For the second consecutive year, National Signing Day was relatively quiet for the Texas Longhorns, especially since there weren’t any committed prospects who opted not to sign during the early period.
As a result, the only drama surrounded three remaining targets — Bastrop Cedar Creek defensive end Alfred Collins, Manor defensive end Princely Umanmielen, and Duncanville cornerback Ennis Rakestraw.
And while Umanmielen and Rakestraw both made decisions that went against the expectations entering Wednesday, neither chose Texas. So when Collins announced for the Horns and Carthage athlete Kelvontay Dixon signed after committing on Tuesday evening, there weren’t any surprises in favor of Texas.
So it goes.
With only two additions, the school opted against holding the traditional press conference for head coach Tom Herman, who has also added a number of assistant coaches to his staff since he last met with the media following the Alamo Bowl win over Utah.
Nonetheless, Herman did release statements through the school about the class overall and its two additions.
“February is not really regular signing day anymore,” Herman said. “It’s almost late signing day with most of our class wrapped up in December. Something we’re extremely proud of — all but one of our recruits in this class are from the state of Texas.”
In fact, 14 of the 26 signees in the 2019 class were from out of state, including two late junior college additions, a historic reach beyond the borders of Texas in the modern era for the Longhorns.
But that changed in 2020 as Texas was able to land more in-state prospects despite losing the commitments of several recruits, including Austin-area defensive end Princely Umanmielen and Temple wide receiver Quentin Johnston.
From the wide-angle perspective, Herman remains publicly committed to recruiting the great majority of his players from the Lone Star State.
“We have over 60 guys on our roster from the state of Texas,” he said. “Recruiting here in this state is going to be our lifeblood. We love going out of state when the interest is reciprocated, but we know that for us to have the kind of success that is expected here, we’ve got to do a great job in our state, and I feel like we’ve done that.”
Since that’s the case, Herman made sure to include the favored buzzword of Texas high school coaches — straight-line recruiting, which means going through the coaches and their assistants to initiate contact instead of going to the recruit directly or working through intermediaries like trainers, 7-on-7 coaches, or other assorted handlers.
“I want to thank the high school coaches here in the state of Texas and their straight-line recruiting model,” Herman continued. “We take a lot of pride in getting the best of the best in our home state to play for their flagship university, which is The University of Texas. We couldn’t be prouder. We addressed a lot of areas of need, and brought in a lot of guys we think will be able to come in and play early.”
Unless Herman has high expectations for Collins and Dixon to play early, however, that statement contradicts his stance during his Early Signing Day press conference back in December.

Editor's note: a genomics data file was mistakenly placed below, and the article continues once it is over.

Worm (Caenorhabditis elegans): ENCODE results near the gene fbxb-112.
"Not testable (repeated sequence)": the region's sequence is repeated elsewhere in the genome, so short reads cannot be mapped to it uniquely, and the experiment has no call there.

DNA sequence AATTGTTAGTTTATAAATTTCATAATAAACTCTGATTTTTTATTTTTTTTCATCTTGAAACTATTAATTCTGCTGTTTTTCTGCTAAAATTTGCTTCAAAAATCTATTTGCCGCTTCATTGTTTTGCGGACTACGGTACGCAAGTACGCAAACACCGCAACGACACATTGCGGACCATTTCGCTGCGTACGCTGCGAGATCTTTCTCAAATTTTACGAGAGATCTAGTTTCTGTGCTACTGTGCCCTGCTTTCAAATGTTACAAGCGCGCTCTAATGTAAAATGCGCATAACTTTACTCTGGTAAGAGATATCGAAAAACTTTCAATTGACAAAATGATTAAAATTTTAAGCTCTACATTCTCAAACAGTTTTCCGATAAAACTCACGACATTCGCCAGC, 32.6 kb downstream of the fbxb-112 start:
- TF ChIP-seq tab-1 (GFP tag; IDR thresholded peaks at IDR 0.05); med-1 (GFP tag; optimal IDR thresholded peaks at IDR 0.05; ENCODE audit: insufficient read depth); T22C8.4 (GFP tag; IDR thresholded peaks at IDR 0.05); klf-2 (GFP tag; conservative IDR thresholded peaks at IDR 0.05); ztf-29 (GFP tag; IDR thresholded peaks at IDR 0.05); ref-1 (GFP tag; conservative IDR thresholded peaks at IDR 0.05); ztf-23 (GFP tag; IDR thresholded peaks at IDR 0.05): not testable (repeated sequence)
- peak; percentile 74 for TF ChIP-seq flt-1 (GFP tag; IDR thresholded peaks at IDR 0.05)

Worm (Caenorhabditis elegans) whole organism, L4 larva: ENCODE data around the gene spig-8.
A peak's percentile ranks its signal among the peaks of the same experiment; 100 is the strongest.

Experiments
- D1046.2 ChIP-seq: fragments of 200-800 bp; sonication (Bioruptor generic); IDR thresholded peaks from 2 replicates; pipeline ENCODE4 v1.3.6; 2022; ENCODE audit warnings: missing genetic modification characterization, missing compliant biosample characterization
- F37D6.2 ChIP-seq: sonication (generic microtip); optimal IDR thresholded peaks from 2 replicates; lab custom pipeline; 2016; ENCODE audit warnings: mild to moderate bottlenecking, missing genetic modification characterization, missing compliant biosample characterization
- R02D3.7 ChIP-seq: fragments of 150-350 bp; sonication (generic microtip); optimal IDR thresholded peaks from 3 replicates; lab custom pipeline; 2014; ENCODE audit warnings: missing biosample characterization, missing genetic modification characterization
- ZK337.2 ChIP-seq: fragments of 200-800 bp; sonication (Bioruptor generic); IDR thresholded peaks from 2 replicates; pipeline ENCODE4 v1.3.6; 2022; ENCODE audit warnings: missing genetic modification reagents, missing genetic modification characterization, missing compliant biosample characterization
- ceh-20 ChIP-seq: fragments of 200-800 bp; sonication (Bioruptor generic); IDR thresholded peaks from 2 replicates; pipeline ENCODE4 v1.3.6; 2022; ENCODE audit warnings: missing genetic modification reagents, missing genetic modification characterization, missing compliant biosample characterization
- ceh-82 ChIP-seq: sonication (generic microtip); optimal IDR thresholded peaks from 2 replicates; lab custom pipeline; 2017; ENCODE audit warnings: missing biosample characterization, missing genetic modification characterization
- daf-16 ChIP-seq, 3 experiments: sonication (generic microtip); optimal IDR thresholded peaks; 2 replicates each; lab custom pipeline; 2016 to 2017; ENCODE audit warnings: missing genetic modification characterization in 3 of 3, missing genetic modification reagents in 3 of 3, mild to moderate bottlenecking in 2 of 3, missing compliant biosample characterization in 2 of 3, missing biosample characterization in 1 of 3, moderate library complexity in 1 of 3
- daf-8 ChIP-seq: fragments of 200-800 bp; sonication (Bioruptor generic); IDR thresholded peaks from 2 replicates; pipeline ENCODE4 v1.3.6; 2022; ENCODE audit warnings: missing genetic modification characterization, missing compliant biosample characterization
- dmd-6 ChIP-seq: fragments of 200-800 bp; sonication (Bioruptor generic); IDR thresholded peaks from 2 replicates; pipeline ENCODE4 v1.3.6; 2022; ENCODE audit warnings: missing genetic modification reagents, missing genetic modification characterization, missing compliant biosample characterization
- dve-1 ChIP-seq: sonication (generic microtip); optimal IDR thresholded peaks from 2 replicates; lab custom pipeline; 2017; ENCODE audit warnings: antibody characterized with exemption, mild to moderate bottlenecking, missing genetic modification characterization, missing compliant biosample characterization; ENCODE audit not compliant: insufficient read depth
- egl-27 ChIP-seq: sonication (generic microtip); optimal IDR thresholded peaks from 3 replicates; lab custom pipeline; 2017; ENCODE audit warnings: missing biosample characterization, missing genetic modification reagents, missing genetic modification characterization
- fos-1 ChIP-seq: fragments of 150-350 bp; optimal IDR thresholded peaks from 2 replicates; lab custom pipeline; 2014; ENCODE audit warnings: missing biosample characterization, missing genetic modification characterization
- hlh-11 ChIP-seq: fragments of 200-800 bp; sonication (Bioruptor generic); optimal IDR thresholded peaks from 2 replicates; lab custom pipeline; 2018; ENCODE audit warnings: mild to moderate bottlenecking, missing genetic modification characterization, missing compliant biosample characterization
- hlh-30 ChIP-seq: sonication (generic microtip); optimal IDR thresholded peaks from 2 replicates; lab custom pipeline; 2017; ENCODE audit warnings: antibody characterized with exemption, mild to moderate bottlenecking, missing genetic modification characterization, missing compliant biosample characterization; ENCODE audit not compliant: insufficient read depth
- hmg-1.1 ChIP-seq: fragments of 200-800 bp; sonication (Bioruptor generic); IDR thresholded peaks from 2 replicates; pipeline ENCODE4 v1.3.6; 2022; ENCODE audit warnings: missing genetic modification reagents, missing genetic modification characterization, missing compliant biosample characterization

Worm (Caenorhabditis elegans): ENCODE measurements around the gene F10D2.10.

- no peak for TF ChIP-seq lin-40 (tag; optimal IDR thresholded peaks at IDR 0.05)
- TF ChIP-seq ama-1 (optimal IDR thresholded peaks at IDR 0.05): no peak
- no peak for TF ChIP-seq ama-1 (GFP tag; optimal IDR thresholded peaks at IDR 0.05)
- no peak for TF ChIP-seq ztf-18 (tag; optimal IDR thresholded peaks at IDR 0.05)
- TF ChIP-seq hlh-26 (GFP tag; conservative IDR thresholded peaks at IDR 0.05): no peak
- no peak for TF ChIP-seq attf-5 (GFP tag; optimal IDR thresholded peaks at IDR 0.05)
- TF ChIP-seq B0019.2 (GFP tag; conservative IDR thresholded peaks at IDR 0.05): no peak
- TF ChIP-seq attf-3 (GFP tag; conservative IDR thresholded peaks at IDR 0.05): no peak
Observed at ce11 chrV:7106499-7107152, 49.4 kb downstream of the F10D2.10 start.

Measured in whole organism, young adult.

“Oh, it’s too hard to say,” Herman said when asked about early contributors. “You know, that’s predicting the future — I think like I told you guys before, we recruit the skill and combo guys, so we’re talking about non-linemen, non-quarterbacks. If we’re doing a good job we expect them to come in and play and contribute. Certainly on special teams at the very least.”
Since Texas only took two linebackers — the greatest position of need — Herman’s statement in December will probably prove more accurate than his optimism in February.
Still, there are plenty of reasons to be optimistic about the two signees on Wednesday.
“With Alfred, it seems like we’ve been recruiting him for forever,” Herman said. “It’s been about two-and-a-half years. He’s from right here in Bastrop. His mom played basketball here at UT for Coach (Jody) Conradt. His dad has got a great job here in Austin. All of the boxes were checked a long time ago from a character and work-ethic standpoint. When you turn the film on, this is a guy who just continues to get better. He’s so long, and strong, but extremely athletic. He’s a starter on their basketball team and a guy that’s going to do everything right. He’s going to give his teammates everything he’s got every time he steps on the field.”
Collins took a big jump as a senior in recording 86 tackles (53 solo), 35 tackles for loss, eight sacks, forced four fumbles ,and three recovered fumbles as a senior. Proximity played a factor in his decision — he wanted his mother to be able to see him play — but the move to a four-man line also impacted Collins staying close to home.
And that’s a potentially key recruiting lesson from the 2020 recruiting class regarding the schematic preferences of high school defensive ends.
As for Dixon, he has reported 10.71 100 meter speed, plenty of quickness, the ability to break tackles, and some experience as a senior working outside as a deep threat.
“Kelvontay is a fantastic young man,” Herman said. “He goes by ‘Moochie’, so that’s really what I know him as. Obviously, being Keaontay Ingram’s little brother, and us having a relationship with that family, made him a no-brainer. His two grandparents that are heavily involved in his life really made it well known that he was one of our kind of guys. With him, you get a ton of speed, a ton of aggressiveness and a knack for finding the football. And you get a guy that has played a lot of different positions in his career in high school.”